edit on 27-7-2014 by jonnywhite because: (no reason given)



posted on Jul, 27 2014 @ 01:25 PM
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I have a hard time blaming the nurses or doctors. They don't sign up to die from this. Had it been any other illness I doubt they would leave. They are far from being equipped to handle this situation. It would take full bio teams and level 4 bio hazard facilities to handle this. I would walk off the job too. Its suicide. Why would we ask them to commit suicide?

The people sick with Ebola are already dead. Nothing can be done for them accept giving them a lot of morphine to help with the suffering. I don't know who handles this kind of thing but without full gear I wouldn't. I still probably wouldn't get involved even with full gear.


edit on 27-7-2014 by Pimpintology because: of fluoride!



posted on Jul, 27 2014 @ 01:42 PM
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Don't worry, I'd be getting the hell out of there also.. Screw that.



posted on Jul, 27 2014 @ 02:21 PM
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I cant believe it takes 3 weeks! Before symptoms IF IT IS contagious during this time we could all be already doomed! I am in UK anything here? My girl friends mum works at the hospital wich makes it ten times worse! If this kicks off I may be inclined to steel a camper n get off...



posted on Jul, 27 2014 @ 02:37 PM
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a reply to: BoovDawg

Quite.... It has already been reported that one chap flew in from Liberia to Lagos, the Nigerian capital, infected with Ebola. Apparently they have everyone on the flight under "observation" now. However, if he was contagious, there is a chance he could have passed it to others within the airport and it could spread liek wildfire.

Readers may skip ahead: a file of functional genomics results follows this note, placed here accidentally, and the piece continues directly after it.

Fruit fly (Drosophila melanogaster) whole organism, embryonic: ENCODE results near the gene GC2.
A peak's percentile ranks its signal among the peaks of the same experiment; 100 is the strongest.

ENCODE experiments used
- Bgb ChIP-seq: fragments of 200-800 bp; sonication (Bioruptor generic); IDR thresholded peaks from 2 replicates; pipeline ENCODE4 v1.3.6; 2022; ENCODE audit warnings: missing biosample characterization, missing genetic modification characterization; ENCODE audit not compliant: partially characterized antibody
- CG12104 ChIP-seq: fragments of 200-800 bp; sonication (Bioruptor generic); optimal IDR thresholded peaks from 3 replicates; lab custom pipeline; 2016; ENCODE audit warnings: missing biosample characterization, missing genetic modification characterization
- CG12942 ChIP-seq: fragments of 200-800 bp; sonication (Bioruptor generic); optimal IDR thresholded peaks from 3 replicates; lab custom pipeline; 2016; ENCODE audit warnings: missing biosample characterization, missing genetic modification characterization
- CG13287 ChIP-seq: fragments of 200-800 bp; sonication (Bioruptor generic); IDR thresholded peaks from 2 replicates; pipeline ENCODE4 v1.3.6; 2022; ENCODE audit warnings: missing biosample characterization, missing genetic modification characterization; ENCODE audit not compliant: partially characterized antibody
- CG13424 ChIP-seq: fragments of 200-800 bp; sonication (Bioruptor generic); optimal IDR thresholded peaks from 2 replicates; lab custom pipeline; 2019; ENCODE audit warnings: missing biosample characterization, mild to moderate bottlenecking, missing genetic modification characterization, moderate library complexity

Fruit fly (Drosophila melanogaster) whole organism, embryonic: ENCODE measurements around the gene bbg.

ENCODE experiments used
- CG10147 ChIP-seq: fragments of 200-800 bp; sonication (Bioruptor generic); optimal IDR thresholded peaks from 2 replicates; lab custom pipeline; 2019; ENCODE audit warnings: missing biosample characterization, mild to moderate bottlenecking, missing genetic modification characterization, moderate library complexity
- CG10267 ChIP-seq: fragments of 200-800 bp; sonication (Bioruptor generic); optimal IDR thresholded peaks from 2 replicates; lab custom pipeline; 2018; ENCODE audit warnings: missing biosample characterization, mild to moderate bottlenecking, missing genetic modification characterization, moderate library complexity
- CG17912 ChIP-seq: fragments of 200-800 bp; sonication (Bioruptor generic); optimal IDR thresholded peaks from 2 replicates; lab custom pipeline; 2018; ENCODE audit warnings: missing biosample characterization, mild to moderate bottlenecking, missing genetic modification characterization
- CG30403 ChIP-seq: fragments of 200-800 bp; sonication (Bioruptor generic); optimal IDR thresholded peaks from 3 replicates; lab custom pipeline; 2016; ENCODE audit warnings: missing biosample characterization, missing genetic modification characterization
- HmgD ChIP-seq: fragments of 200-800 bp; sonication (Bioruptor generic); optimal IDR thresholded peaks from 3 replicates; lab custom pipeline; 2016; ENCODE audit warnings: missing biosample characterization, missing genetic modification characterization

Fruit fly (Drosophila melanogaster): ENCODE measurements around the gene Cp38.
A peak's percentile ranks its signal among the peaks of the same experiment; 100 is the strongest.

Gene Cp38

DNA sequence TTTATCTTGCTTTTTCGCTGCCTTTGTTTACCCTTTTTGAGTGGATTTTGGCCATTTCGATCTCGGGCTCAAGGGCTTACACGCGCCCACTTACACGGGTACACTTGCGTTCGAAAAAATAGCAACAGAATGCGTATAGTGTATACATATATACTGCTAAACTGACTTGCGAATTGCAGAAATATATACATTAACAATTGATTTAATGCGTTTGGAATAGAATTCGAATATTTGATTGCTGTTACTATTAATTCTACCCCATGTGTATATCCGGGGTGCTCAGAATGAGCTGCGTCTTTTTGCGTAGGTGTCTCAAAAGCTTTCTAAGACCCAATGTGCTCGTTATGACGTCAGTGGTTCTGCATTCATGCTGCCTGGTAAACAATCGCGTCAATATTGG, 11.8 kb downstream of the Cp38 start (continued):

The previous safety net with Ebola was the speed it killed the infected... Now it can be 3 weeks to become symptomatic? When can you start to be infectious? It is worth worrying about now, it could already be here, as we have a lot of connections in the UK to West Africa... In fact, I work with a chap from Ghana....



posted on Jul, 27 2014 @ 03:08 PM
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a reply to: stumason

...The previous safety net with Ebola was the speed it killed the infected... Now it can be 3 weeks to become symptomatic? When can you start to be infectious?


Unfortunately, the original outbreak was ignored even when Doctors Without Boarders (MSF) was begging for help - everyone else assumed it would burn itself out before spreading. Wrong. Up to 3 weeks to show symptoms - at least 2 weeks from symptoms to death, and it looks like "the flu" at first. It's certainly infectious after symptoms start and after death, and the virus does NOT have to be in a host to remain infectious - contaminated environments can sequester the disease for spreading. Kinda like with prion diseases such as Mad Cow Disease and CWD in North America.


Ebola then spreads in the community through human-to-human transmission, with infection resulting from direct contact (through broken skin or mucous membranes) with the blood, secretions, organs or other bodily fluids of infected people, and indirect contact with environments contaminated with such fluids.